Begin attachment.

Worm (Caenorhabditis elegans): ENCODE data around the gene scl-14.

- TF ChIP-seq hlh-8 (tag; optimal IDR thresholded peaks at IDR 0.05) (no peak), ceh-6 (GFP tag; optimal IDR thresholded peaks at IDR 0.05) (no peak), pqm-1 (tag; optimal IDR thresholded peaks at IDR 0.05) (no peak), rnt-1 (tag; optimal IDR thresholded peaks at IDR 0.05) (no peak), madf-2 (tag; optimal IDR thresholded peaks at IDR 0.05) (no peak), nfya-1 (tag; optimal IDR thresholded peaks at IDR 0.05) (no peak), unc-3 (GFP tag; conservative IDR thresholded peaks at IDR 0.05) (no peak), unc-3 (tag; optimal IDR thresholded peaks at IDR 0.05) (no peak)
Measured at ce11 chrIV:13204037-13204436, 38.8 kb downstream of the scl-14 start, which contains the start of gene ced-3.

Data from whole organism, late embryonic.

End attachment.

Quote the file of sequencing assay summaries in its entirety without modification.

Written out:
Worm (Caenorhabditis elegans): ENCODE data around the gene scl-14.

- TF ChIP-seq hlh-8 (tag; optimal IDR thresholded peaks at IDR 0.05) (no peak), ceh-6 (GFP tag; optimal IDR thresholded peaks at IDR 0.05) (no peak), pqm-1 (tag; optimal IDR thresholded peaks at IDR 0.05) (no peak), rnt-1 (tag; optimal IDR thresholded peaks at IDR 0.05) (no peak), madf-2 (tag; optimal IDR thresholded peaks at IDR 0.05) (no peak), nfya-1 (tag; optimal IDR thresholded peaks at IDR 0.05) (no peak), unc-3 (GFP tag; conservative IDR thresholded peaks at IDR 0.05) (no peak), unc-3 (tag; optimal IDR thresholded peaks at IDR 0.05) (no peak)
Measured at ce11 chrIV:13204037-13204436, 38.8 kb downstream of the scl-14 start, which contains the start of gene ced-3.

Data from whole organism, late embryonic.